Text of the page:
JOINT BASE LEWIS-McCHORD, Wash. - Having a brother can be an adventure. Big brothers are always showing off. Little brothers are always tagging along. And brothers fight. All the time.
For brothers Noel and Justin Larson, growing up was no different.
"We fought constantly as children — our poor mother. At the same time, we always had each other's back," Noel said. "We could have a knock-down fight one minute and the next minute be building a fort together."
Their competitive nature brought out the drive to be successful and made the afternoon of Feb. 11, 2017, special for the Larson brothers. With more than 54 years of combined military service, 10,000 flying hours and multiple overseas deployments, Noel and Justin Larson were promoted to Chief Warrant Officer 5 (CW5) and Chief Warrant Officer 4 (CW4) respectively during a short and casual ceremony at the Army Aviation Support Facility on Joint Base Lewis-McChord.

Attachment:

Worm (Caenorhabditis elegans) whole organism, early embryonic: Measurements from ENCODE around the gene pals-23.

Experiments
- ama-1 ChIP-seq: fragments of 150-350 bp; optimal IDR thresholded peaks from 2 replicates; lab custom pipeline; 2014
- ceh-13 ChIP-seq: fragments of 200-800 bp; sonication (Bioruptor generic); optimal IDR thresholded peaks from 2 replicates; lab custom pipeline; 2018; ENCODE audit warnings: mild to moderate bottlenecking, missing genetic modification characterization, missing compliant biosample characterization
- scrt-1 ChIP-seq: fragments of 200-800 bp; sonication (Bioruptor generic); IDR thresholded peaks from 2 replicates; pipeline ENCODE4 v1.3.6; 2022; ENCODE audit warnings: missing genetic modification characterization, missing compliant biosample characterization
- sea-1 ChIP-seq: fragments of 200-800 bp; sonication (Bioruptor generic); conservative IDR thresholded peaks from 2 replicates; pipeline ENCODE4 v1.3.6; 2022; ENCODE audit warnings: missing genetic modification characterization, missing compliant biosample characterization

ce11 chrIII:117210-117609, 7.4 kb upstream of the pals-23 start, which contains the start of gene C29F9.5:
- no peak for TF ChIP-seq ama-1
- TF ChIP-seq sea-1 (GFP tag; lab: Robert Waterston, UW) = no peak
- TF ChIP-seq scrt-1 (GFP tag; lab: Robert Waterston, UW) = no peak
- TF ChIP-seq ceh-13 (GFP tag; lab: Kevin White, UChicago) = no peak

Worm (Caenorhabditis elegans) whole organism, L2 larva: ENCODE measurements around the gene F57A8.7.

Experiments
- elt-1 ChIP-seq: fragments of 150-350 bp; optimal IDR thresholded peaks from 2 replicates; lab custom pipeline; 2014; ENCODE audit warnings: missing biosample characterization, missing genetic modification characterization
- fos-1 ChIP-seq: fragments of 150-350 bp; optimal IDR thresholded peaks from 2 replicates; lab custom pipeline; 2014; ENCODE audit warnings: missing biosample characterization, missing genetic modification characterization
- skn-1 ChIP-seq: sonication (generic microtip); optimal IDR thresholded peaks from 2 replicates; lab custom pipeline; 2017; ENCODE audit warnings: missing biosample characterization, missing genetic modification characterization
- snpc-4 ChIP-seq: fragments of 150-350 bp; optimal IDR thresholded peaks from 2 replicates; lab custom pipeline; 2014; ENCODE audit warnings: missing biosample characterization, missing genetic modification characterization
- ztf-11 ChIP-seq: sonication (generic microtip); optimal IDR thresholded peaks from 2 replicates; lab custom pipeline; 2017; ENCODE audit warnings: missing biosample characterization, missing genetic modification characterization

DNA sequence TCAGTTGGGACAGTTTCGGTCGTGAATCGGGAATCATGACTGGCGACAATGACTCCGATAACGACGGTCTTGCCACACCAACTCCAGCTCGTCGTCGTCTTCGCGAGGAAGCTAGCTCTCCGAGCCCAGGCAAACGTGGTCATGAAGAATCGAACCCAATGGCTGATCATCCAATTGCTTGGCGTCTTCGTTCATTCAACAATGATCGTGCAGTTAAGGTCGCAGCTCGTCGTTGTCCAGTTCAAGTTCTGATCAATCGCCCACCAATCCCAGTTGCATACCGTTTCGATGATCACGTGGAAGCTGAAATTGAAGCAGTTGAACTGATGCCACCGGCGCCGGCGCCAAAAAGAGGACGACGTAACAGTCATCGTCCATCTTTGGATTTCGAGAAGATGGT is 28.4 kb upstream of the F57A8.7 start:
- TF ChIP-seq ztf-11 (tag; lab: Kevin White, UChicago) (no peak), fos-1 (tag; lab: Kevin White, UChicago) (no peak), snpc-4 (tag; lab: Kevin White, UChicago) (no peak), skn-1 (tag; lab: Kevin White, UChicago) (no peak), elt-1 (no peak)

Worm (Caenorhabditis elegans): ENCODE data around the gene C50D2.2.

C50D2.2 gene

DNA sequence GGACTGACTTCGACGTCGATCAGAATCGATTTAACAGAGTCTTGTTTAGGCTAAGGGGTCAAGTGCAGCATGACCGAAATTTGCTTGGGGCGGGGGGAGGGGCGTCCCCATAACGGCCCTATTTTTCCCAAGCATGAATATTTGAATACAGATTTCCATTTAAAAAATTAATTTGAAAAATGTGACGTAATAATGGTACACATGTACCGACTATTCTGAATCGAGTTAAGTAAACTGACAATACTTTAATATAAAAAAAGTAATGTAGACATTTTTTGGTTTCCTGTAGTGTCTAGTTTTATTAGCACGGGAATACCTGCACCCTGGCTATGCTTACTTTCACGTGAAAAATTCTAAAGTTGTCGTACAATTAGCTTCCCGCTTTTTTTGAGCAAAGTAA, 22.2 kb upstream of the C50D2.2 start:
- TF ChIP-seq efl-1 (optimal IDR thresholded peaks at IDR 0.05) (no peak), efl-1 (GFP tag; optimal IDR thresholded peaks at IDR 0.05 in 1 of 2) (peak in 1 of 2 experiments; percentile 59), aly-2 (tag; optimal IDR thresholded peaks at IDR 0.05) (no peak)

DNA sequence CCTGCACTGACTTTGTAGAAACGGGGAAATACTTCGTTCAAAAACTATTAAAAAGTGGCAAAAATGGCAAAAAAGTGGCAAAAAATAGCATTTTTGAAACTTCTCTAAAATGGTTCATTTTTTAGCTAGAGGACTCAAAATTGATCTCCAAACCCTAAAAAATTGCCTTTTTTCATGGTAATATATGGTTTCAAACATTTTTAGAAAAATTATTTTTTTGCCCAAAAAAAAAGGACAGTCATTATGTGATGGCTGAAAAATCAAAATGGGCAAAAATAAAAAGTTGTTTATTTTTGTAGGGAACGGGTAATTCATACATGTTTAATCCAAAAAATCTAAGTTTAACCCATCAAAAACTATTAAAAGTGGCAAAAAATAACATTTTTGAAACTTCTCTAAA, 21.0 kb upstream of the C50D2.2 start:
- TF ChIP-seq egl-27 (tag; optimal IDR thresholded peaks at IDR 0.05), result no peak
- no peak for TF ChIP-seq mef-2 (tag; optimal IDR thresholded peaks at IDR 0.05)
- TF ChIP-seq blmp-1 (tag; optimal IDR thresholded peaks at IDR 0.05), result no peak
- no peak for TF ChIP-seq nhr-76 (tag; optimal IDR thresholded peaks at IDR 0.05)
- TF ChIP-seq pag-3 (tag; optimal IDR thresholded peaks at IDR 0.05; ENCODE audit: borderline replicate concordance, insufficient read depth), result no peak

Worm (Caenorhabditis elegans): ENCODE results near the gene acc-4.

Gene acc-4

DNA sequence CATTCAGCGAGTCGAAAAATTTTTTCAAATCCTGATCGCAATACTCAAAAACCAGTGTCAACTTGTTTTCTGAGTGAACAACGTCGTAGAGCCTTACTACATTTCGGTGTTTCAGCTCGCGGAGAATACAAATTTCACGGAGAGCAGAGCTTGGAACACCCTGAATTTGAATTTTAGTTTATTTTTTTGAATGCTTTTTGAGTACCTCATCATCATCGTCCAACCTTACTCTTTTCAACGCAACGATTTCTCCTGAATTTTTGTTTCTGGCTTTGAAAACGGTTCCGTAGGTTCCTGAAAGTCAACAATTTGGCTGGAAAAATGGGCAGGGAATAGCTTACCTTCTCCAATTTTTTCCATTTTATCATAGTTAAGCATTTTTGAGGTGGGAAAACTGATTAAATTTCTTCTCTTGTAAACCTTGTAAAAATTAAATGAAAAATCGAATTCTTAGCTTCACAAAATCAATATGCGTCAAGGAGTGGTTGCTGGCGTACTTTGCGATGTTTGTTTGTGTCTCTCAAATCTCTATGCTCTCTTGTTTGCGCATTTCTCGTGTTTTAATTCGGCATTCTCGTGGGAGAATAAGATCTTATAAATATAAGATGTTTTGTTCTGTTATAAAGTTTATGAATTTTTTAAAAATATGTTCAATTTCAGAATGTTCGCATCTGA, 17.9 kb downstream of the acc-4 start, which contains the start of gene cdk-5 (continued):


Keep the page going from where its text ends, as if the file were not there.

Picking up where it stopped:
"I have known Justin and Noel for years," said Chief Warrant Officer 5 Teresa Burgess, command chief warrant officer, Washington National Guard. I have been blessed to have flown with them stateside and in Iraq. While Noel flew special operations flights, Justin was there when I took off and when I landed ensuring my aircraft was properly maintained and ready to go for the next crew. That always meant a lot to me."
Noel Larson is a year and four months younger than his older brother and joined the Washington National Guard in 1988. He graduated flight school in 1995.
"Justin had a bigger passion [for aviation growing up] and it was contagious; the bug got me." said Noel, aviation standardization officer, Headquarters and Headquarters Company, 66th Theater Aviation Command.
Justin took a different path to the helicopter cockpit. He joined the Marine Corps in 1988 before joining the Washington National Guard in 2000.
"We've always loved aviation," said Justin, aviation material officer, Headquarters and Headquarters Company, 1st Battalion, 168th Aviation Regiment. "We just didn't know how we wanted to go about it in the beginning."